July 2011 Archives

Turning to the Dark Side ;)

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Well, it's finally happened. I've finally given in to the dark side of the force. As of Monday (8/1), I'll be working for a vendor! :)

I've decided to leave Gemini Security Solutions to join LockPath - a next-generation GRC startup - as Principal Consultant, where I'll get to do all sorts of cool stuff. My responsibilities will vary widely, but will include writing, training, consulting, working with our professional services partners, and generally helping out with whatever is needed.

I've been friendly with LockPath for a couple years now. You might remember my blog post about them last October, titled "Not Your Mama's GRC." I am convinced that LockPath is the real deal. They've worked very diligently to address major deficiencies in the GRC platform space. And, best of all, they've come up with a great, flexible framework that provides a degree of extensibility that I've not seen in other products.

All told, this is a very exciting opportunity for me, and one that I hope to see through to tremendous growth and success. It's an opportunity to help redefine the GRC product space, while also furthering the development of and support for the imperative for organizations to have formal GRC programs. If pending legislation is any indicator, then the need for a formal GRC program is only going to increase, while downward pressures continue to contain costs. LockPath is well positioned to meet those needs.

A Few Tips for OS X 10.7 "Lion"

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As noted in my last post, I've made the jump to Lion. Overall, it's pretty good. I've already noticed that it's a bit zippier than it's predecessor (Snow Leopard). That said, there are a few quirks that require customizing back to what I consider a bit more sane. I'll try to update this list as I find other options since I've still not discovered how to fix a few things (noted later).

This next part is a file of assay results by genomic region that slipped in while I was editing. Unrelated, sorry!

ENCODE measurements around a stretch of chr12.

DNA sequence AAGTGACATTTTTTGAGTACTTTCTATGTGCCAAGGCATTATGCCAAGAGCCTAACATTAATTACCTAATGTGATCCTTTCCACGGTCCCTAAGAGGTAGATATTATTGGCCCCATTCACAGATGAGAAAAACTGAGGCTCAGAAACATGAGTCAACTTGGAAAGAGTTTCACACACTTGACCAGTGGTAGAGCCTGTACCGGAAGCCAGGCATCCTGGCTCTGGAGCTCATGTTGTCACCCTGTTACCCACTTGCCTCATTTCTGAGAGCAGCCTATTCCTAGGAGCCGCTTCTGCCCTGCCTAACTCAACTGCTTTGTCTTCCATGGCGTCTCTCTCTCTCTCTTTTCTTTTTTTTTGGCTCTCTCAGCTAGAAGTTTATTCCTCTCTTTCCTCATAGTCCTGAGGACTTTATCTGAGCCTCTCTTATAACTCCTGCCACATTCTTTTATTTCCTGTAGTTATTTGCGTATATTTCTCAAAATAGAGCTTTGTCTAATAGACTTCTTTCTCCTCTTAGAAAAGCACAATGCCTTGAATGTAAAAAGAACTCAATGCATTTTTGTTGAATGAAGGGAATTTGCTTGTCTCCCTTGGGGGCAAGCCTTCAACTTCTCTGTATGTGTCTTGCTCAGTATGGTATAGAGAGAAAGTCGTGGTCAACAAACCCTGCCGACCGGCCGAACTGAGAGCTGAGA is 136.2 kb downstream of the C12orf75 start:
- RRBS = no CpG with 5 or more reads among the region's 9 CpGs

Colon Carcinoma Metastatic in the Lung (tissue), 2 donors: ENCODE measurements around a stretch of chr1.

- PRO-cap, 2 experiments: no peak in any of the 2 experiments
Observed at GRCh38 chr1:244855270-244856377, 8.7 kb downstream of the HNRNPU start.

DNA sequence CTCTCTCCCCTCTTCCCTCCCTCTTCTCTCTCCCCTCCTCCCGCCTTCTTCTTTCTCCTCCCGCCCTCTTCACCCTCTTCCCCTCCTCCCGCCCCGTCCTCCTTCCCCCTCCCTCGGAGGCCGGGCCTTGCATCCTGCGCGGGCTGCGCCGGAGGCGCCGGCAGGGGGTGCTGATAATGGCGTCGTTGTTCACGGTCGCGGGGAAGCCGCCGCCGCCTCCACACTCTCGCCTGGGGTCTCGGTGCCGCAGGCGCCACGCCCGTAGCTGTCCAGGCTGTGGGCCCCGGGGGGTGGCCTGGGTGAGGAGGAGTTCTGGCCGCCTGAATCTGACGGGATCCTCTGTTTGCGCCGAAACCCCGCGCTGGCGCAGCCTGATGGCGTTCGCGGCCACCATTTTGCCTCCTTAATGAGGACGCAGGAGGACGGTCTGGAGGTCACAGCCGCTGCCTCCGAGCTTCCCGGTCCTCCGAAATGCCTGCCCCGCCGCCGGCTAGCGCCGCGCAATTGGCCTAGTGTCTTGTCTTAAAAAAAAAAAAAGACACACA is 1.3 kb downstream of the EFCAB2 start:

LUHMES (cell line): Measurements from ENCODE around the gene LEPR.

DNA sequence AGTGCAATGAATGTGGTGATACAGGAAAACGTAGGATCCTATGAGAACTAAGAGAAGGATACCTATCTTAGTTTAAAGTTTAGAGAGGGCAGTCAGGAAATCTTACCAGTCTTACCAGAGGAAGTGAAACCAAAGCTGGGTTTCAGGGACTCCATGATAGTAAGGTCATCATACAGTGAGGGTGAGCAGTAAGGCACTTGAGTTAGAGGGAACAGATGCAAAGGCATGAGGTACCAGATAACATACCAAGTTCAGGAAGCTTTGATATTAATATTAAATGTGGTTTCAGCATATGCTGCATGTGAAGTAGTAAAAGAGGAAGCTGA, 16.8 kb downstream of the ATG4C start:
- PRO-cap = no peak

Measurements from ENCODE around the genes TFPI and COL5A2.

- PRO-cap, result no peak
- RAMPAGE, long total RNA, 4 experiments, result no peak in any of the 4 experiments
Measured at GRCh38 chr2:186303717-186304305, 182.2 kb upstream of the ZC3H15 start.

I've had my fair share of stability issues with my 15" MacBook Pro (MBP) since I bought it in late 2009. I've had to replace the RAM, the hard drive, and dealt with all sorts of issues. I recently went on vacation and opted to leave the ol' MBP at home so that it, too, could have a vacation. I even shut it down all the way (how considerate of me!). When I returned home it fired right up, wanted to install a couple patches, and all that good stuff. And then it all started going bad...

After being home a couple days, my laptop started crashing with kernel panics (I call this the "grey screen of death" - OS X says you've crashed and need to hold down the power button to reboot). After a couple days of this nonsense, with it getting progressively worse, I decided to call Apple Support, which, btw, ROCKS. They had me shutdown, do an SMC Reset, then boot into Safe Boot mode (hold down shift before the boot-up chime) to remap drive and directory info. Viola! Problem solved! (or not)

It Takes a Generation

There's been a ground-swell of frustration in the industry the past couple months, and for good reason. The loyal opposition is kicking our tails in the push-me-pull-you world we live in. Moreover, it can often feel like our warnings are falling on deaf ears, and that all our efforts are in vane. After all, "the users are stupid," and businesses don't care, right? Methinks not, and that under calmer conditions many of you would agree.

Instead of feeling despair, which I think is exacerbated by stressful economic conditions and the seemingly slow arrival of Summer vacations, I think we should instead take a step back and consider a couple things. Technology is evolving, and quite rapidly. People are trying to keep up, but it's just not a winning proposition right now. Evolution is not something to beat back, but something to survive and, hopefully, ride out to a new plain of existence. However, we need to bear one crucial fact in mind: it takes at least one human generation to get through such an evolutionary change, and, to make matters worse, our generations are living longer, which lengthens that transition time. Don't believe me? Consider two recent technological evolutions: automobiles and industrialization.

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